Food energy

Food energy is chemical energy that animals (including humans) derive from food through the process of cellular respiration. Cellular respiration may either involve the chemical reaction of food molecules with molecular oxygen[1] (aerobic respiration) or the process of reorganizing the food molecules without additional oxygen (anaerobic respiration).


Nutritional value and environmental impact of animal products, compared to agriculture overall[2]
Categories Contribution of farmed animal product [%]
Land use
Greenhouse gases
Water pollution
Air pollution
Freshwater withdrawals

Humans and other animals need a minimum intake of food energy to sustain their metabolism and to drive their muscles. Foods are composed chiefly of carbohydrates, fats, proteins, water, vitamins, and minerals. Carbohydrates, fats, proteins, and water represent virtually all the weight of food, with vitamins and minerals making up only a small percentage of the weight. (Carbohydrates, fats, and proteins comprise ninety percent of the dry weight of foods.[3]) Organisms derive food energy from carbohydrates, fats and proteins as well as from organic acids, polyols, and ethanol present in the diet.[4] Some diet components that provide little or no food energy, such as water, minerals, vitamins, cholesterol and insoluble fibre, may still be necessary to health and survival for other reasons. Water, minerals, vitamins, and cholesterol are not broken down (they are used by the body in the form in which they are absorbed) and so cannot be used for energy. Fibre cannot be completely digested by most animals, including humans, who can only extract 2 kcal/g of food energy. Ruminants can extract nearly 4 kcal/g from fibre because of the bacteria in their rumens.

Using the International System of Units, researchers measure energy in joules (J) or in its multiples; the kilojoule (kJ) is most often used for food-related quantities. An older metric system unit of energy, still widely used in food-related contexts, is the calorie; more precisely, the "food calorie", "large calorie" or kilocalorie (kcal or Cal), equal to 4184 joules. (Contrast the "small calorie" (cal), equal to 1/1000 of a food calorie, that is often used in chemistry and in physics.) Within the European Union, both the kilocalorie ("kcal") and kilojoule ("kJ") appear on nutrition labels. In many countries, only one of the units is displayed; in Canada and the United States labels spell out the unit as "calorie" or as "Calorie".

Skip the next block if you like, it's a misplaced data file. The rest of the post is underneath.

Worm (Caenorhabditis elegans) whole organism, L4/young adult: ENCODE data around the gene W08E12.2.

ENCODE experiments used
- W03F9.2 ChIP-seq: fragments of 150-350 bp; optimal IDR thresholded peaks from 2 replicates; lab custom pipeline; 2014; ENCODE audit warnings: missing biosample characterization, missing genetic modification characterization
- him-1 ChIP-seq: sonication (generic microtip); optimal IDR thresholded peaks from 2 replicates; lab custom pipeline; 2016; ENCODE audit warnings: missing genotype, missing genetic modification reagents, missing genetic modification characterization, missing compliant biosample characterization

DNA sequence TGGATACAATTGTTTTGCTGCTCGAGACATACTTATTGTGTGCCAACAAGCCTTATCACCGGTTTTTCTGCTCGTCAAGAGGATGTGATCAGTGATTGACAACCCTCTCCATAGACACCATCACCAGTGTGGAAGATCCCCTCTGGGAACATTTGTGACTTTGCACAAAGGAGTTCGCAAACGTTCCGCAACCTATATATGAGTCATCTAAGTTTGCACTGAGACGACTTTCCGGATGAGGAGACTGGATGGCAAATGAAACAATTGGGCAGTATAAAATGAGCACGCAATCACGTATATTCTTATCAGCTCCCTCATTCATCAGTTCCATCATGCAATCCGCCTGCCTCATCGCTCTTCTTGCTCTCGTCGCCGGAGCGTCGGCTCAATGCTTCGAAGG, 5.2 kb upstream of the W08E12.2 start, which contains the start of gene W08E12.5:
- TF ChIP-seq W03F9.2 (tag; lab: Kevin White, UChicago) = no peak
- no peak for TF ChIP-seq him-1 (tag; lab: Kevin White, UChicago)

Fats and ethanol have the greatest amount of food energy per gram, 37 and 29 kJ/g (8.8 and 6.9 kcal/g), respectively. Proteins and most carbohydrates both have about 17 kJ/g (4 kcal/g).[note 1] The differing energy density of foods (fat, alcohols, carbohydrates and proteins) lies mainly in their varying proportions of carbon, hydrogen, and oxygen atoms.[1] Carbohydrates that are not easily absorbed, such as fibre, or lactose in lactose-intolerant individuals, contribute less food energy. Polyols (including sugar alcohols) and organic acids contribute 10 kJ/g (2.4 kcal/g) and 13 kJ/g (3.1 kcal/g) respectively.[5]


Theoretically, one could measure food energy in different ways, using (say) the Gibbs free energy of combustion, or the amount of ATP generated by metabolizing the food. However, the convention is to use the heat of the oxidation reaction producing liquid water. Conventional food energy is based on heats of combustion in a bomb calorimeter and corrections that take into consideration the efficiency of digestion and absorption and the production of urea and other substances in the urine. The American chemist Wilbur Atwater worked these corrections out in the late 19th century[6] (see Atwater system for more detail). Based on the work of Atwater, it became common practice to calculate energy content of foods using 4 kcal/g for carbohydrates and proteins and 9 kcal/g for lipids.[6] The system was later improved by Annabel Merrill and Bernice Watt of the United States Department of Agriculture, who derived a system whereby specific calorie conversion factors for different foods were proposed.[7]

Nutrition labels

Many governments require food manufacturers to label the energy content of their products, to help consumers control their energy intake.[8] In the European Union, manufacturers of packaged food must label the nutritional energy of their products in both kilocalories and kilojoules, when required. In the United States, the equivalent mandatory labels display only "Calories" (kilocalories),[9] often as a substitute for the name of the quantity being measured, food energy; an additional kilojoules figure is optional and is rarely used. In Australia and New Zealand, the food energy must be stated in kilojoules (and optionally in kilocalories as well), and other nutritional energy information is similarly conveyed in kilojoules.[10][11] The energy available from the respiration of food is usually given on labels for 100 g, for a typical serving size (according to the manufacturer), and/or for the entire pack contents.